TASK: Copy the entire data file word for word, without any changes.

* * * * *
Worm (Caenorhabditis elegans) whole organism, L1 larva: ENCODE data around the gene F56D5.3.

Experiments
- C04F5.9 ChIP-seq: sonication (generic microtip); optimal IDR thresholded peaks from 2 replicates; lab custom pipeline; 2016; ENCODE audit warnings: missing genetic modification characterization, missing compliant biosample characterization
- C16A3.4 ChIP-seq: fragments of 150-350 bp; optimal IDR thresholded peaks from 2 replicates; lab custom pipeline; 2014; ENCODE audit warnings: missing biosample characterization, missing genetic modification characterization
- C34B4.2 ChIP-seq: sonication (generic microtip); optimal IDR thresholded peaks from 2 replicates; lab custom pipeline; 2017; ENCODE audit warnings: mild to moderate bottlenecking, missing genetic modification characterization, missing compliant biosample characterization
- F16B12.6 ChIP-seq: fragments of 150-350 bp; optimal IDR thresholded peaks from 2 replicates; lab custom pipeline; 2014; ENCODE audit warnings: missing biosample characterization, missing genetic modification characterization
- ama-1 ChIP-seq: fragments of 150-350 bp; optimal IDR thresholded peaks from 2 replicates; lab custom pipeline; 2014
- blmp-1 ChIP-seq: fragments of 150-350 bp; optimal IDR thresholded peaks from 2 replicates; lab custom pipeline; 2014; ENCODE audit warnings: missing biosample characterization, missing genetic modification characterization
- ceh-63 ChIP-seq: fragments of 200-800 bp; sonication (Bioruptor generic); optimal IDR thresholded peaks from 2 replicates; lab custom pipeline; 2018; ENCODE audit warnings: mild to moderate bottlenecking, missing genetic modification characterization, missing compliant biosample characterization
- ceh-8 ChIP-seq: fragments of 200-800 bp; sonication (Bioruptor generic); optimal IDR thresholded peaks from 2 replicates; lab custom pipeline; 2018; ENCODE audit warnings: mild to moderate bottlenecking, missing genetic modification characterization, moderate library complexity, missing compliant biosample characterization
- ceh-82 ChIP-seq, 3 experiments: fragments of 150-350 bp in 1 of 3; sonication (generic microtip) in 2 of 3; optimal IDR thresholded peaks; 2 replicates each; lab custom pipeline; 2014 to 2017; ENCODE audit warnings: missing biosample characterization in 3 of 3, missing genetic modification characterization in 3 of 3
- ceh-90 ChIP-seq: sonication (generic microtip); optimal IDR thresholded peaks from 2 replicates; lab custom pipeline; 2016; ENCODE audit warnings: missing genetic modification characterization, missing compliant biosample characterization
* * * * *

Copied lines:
Worm (Caenorhabditis elegans) whole organism, L1 larva: ENCODE data around the gene F56D5.3.

Experiments
- C04F5.9 ChIP-seq: sonication (generic microtip); optimal IDR thresholded peaks from 2 replicates; lab custom pipeline; 2016; ENCODE audit warnings: missing genetic modification characterization, missing compliant biosample characterization
- C16A3.4 ChIP-seq: fragments of 150-350 bp; optimal IDR thresholded peaks from 2 replicates; lab custom pipeline; 2014; ENCODE audit warnings: missing biosample characterization, missing genetic modification characterization
- C34B4.2 ChIP-seq: sonication (generic microtip); optimal IDR thresholded peaks from 2 replicates; lab custom pipeline; 2017; ENCODE audit warnings: mild to moderate bottlenecking, missing genetic modification characterization, missing compliant biosample characterization
- F16B12.6 ChIP-seq: fragments of 150-350 bp; optimal IDR thresholded peaks from 2 replicates; lab custom pipeline; 2014; ENCODE audit warnings: missing biosample characterization, missing genetic modification characterization
- ama-1 ChIP-seq: fragments of 150-350 bp; optimal IDR thresholded peaks from 2 replicates; lab custom pipeline; 2014
- blmp-1 ChIP-seq: fragments of 150-350 bp; optimal IDR thresholded peaks from 2 replicates; lab custom pipeline; 2014; ENCODE audit warnings: missing biosample characterization, missing genetic modification characterization
- ceh-63 ChIP-seq: fragments of 200-800 bp; sonication (Bioruptor generic); optimal IDR thresholded peaks from 2 replicates; lab custom pipeline; 2018; ENCODE audit warnings: mild to moderate bottlenecking, missing genetic modification characterization, missing compliant biosample characterization
- ceh-8 ChIP-seq: fragments of 200-800 bp; sonication (Bioruptor generic); optimal IDR thresholded peaks from 2 replicates; lab custom pipeline; 2018; ENCODE audit warnings: mild to moderate bottlenecking, missing genetic modification characterization, moderate library complexity, missing compliant biosample characterization
- ceh-82 ChIP-seq, 3 experiments: fragments of 150-350 bp in 1 of 3; sonication (generic microtip) in 2 of 3; optimal IDR thresholded peaks; 2 replicates each; lab custom pipeline; 2014 to 2017; ENCODE audit warnings: missing biosample characterization in 3 of 3, missing genetic modification characterization in 3 of 3
- ceh-90 ChIP-seq: sonication (generic microtip); optimal IDR thresholded peaks from 2 replicates; lab custom pipeline; 2016; ENCODE audit warnings: missing genetic modification characterization, missing compliant biosample characterization